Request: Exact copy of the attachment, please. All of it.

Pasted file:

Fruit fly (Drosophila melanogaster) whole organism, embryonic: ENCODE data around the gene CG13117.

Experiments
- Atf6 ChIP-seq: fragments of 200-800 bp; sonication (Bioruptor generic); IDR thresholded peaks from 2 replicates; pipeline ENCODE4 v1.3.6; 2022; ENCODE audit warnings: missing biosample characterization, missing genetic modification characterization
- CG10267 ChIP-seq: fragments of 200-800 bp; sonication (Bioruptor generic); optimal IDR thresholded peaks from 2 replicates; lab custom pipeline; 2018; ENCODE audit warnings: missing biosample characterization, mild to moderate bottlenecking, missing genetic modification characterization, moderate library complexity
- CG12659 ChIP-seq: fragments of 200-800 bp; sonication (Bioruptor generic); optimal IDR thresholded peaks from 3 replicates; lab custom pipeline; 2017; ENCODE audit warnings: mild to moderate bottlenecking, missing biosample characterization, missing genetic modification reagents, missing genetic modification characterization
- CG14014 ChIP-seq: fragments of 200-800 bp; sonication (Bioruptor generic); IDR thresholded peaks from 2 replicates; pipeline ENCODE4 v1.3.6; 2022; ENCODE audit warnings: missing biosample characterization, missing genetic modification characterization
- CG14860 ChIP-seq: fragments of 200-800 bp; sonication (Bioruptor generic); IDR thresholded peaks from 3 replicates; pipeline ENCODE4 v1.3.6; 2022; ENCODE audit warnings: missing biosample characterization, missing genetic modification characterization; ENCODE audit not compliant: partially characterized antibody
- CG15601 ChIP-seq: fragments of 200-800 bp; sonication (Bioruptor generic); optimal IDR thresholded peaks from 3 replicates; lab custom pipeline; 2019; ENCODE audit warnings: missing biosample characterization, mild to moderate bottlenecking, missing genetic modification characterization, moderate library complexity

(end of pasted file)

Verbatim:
Fruit fly (Drosophila melanogaster) whole organism, embryonic: ENCODE data around the gene CG13117.

Experiments
- Atf6 ChIP-seq: fragments of 200-800 bp; sonication (Bioruptor generic); IDR thresholded peaks from 2 replicates; pipeline ENCODE4 v1.3.6; 2022; ENCODE audit warnings: missing biosample characterization, missing genetic modification characterization
- CG10267 ChIP-seq: fragments of 200-800 bp; sonication (Bioruptor generic); optimal IDR thresholded peaks from 2 replicates; lab custom pipeline; 2018; ENCODE audit warnings: missing biosample characterization, mild to moderate bottlenecking, missing genetic modification characterization, moderate library complexity
- CG12659 ChIP-seq: fragments of 200-800 bp; sonication (Bioruptor generic); optimal IDR thresholded peaks from 3 replicates; lab custom pipeline; 2017; ENCODE audit warnings: mild to moderate bottlenecking, missing biosample characterization, missing genetic modification reagents, missing genetic modification characterization
- CG14014 ChIP-seq: fragments of 200-800 bp; sonication (Bioruptor generic); IDR thresholded peaks from 2 replicates; pipeline ENCODE4 v1.3.6; 2022; ENCODE audit warnings: missing biosample characterization, missing genetic modification characterization
- CG14860 ChIP-seq: fragments of 200-800 bp; sonication (Bioruptor generic); IDR thresholded peaks from 3 replicates; pipeline ENCODE4 v1.3.6; 2022; ENCODE audit warnings: missing biosample characterization, missing genetic modification characterization; ENCODE audit not compliant: partially characterized antibody
- CG15601 ChIP-seq: fragments of 200-800 bp; sonication (Bioruptor generic); optimal IDR thresholded peaks from 3 replicates; lab custom pipeline; 2019; ENCODE audit warnings: missing biosample characterization, mild to moderate bottlenecking, missing genetic modification characterization, moderate library complexity